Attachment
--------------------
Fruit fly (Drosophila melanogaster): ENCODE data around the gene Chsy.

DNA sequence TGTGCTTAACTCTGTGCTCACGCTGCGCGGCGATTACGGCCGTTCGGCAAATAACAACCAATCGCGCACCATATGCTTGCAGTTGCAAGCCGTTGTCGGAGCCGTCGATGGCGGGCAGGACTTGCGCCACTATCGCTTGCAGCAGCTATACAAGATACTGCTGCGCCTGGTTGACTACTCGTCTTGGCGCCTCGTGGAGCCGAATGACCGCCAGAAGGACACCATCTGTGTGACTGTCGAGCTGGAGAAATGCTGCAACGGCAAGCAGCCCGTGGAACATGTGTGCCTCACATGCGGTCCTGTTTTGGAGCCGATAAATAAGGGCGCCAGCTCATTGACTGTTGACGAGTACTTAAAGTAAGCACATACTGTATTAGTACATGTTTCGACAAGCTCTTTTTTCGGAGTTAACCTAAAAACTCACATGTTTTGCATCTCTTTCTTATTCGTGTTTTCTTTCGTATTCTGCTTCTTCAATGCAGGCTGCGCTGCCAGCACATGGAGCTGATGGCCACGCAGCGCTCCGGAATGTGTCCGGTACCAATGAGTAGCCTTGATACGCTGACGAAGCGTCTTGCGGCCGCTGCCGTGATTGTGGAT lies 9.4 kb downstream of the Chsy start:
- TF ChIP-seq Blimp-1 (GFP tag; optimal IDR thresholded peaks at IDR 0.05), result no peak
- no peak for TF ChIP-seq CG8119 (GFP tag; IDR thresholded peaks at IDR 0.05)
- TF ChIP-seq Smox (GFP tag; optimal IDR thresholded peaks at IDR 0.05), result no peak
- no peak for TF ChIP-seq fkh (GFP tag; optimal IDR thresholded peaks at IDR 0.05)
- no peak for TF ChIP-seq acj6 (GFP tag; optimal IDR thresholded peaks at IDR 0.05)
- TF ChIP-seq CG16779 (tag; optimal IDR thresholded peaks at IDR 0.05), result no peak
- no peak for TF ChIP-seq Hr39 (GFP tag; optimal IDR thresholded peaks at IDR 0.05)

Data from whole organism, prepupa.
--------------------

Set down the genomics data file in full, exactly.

Fruit fly (Drosophila melanogaster): ENCODE data around the gene Chsy.

DNA sequence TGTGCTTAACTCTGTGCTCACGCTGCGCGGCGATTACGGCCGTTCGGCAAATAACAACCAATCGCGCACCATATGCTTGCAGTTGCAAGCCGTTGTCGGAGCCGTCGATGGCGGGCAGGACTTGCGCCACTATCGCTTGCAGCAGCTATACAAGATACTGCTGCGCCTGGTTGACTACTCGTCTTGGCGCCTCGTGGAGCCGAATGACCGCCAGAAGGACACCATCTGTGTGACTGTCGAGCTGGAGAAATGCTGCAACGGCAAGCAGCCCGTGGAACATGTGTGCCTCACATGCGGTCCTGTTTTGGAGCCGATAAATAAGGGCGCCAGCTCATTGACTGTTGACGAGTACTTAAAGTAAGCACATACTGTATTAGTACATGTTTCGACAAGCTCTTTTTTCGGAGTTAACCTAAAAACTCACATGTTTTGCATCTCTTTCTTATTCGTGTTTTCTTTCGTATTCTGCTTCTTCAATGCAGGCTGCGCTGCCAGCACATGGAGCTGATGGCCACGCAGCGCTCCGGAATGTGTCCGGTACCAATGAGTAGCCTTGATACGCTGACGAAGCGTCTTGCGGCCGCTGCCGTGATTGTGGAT lies 9.4 kb downstream of the Chsy start:
- TF ChIP-seq Blimp-1 (GFP tag; optimal IDR thresholded peaks at IDR 0.05), result no peak
- no peak for TF ChIP-seq CG8119 (GFP tag; IDR thresholded peaks at IDR 0.05)
- TF ChIP-seq Smox (GFP tag; optimal IDR thresholded peaks at IDR 0.05), result no peak
- no peak for TF ChIP-seq fkh (GFP tag; optimal IDR thresholded peaks at IDR 0.05)
- no peak for TF ChIP-seq acj6 (GFP tag; optimal IDR thresholded peaks at IDR 0.05)
- TF ChIP-seq CG16779 (tag; optimal IDR thresholded peaks at IDR 0.05), result no peak
- no peak for TF ChIP-seq Hr39 (GFP tag; optimal IDR thresholded peaks at IDR 0.05)

Data from whole organism, prepupa.